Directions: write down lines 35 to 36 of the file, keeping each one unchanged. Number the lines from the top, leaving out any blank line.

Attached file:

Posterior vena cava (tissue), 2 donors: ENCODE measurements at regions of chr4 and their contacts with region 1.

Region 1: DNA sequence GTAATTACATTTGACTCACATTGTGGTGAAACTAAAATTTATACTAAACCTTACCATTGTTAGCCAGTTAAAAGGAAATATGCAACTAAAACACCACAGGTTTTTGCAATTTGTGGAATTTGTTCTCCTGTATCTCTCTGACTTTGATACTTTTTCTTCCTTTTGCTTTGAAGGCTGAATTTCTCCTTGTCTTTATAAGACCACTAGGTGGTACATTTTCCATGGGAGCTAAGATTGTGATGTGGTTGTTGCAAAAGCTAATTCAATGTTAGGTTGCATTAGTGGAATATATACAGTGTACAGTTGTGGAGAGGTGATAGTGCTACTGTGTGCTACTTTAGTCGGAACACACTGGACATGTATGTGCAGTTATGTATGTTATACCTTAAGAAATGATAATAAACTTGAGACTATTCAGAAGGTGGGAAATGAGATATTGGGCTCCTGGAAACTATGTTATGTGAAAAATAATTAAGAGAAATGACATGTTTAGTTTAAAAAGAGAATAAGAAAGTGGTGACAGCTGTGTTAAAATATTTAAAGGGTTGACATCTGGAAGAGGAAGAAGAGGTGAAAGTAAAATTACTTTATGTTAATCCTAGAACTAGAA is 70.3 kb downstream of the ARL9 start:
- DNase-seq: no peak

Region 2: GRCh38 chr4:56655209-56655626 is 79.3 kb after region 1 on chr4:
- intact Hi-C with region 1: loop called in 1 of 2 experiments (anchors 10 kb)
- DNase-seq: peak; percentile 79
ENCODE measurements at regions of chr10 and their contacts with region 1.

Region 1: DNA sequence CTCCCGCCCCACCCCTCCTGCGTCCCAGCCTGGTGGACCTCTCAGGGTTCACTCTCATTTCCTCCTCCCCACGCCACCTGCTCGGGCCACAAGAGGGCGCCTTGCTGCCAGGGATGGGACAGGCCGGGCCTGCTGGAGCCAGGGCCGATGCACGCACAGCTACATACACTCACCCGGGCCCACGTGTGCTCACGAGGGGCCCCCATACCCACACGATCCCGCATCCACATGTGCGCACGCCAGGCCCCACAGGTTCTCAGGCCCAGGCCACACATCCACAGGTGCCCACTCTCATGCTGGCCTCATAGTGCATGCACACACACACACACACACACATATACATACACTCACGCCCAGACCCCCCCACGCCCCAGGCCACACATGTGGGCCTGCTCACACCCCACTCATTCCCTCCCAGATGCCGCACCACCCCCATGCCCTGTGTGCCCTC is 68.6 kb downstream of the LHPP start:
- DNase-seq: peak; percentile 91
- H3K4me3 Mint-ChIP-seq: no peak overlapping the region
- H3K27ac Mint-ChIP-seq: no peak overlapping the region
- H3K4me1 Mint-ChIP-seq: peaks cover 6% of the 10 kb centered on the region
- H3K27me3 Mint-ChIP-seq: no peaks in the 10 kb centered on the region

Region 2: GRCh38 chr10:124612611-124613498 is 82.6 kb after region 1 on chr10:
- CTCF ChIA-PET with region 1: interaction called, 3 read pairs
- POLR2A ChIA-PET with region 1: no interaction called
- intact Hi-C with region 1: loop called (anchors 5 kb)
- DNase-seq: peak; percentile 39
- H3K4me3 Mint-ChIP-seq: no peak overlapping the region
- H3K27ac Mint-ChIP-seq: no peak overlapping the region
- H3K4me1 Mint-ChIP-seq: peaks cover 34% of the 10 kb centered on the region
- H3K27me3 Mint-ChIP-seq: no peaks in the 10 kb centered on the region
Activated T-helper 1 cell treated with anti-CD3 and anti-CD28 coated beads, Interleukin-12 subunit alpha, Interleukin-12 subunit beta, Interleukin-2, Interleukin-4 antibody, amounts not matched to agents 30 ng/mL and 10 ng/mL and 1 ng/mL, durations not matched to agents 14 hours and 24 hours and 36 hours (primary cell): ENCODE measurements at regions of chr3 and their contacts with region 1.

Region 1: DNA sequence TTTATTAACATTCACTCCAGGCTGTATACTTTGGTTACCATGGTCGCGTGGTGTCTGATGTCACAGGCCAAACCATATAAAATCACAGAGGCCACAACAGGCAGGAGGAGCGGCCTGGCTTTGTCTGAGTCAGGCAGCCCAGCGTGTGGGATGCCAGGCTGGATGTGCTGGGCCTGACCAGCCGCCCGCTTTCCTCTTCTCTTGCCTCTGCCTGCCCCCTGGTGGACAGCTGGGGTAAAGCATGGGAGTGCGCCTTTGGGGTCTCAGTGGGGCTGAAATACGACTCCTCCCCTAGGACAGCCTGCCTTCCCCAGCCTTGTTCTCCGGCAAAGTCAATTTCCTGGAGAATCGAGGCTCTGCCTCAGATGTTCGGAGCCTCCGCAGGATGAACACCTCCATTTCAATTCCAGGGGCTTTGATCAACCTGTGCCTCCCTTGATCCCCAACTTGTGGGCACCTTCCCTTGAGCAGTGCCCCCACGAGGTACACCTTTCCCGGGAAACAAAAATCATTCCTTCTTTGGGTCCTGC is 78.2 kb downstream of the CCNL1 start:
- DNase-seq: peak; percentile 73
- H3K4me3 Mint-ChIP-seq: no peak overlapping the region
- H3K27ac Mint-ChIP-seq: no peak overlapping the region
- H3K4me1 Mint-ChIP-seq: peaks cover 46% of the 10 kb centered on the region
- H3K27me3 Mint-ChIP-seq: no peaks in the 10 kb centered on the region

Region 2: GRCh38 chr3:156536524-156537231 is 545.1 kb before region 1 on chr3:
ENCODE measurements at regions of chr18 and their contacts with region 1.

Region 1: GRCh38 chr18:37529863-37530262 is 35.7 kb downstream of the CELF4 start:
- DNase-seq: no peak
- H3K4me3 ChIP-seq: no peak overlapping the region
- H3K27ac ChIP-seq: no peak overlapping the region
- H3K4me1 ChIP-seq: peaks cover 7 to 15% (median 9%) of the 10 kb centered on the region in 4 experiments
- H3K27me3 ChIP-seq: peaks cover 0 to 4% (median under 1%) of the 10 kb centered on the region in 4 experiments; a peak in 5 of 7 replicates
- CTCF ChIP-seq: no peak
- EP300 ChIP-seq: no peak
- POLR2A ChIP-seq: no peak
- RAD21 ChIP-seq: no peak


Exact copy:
- H3K27ac ChIP-seq: no peak overlapping the region
- H3K4me1 ChIP-seq: peaks cover 7 to 15% (median 9%) of the 10 kb centered on the region in 4 experiments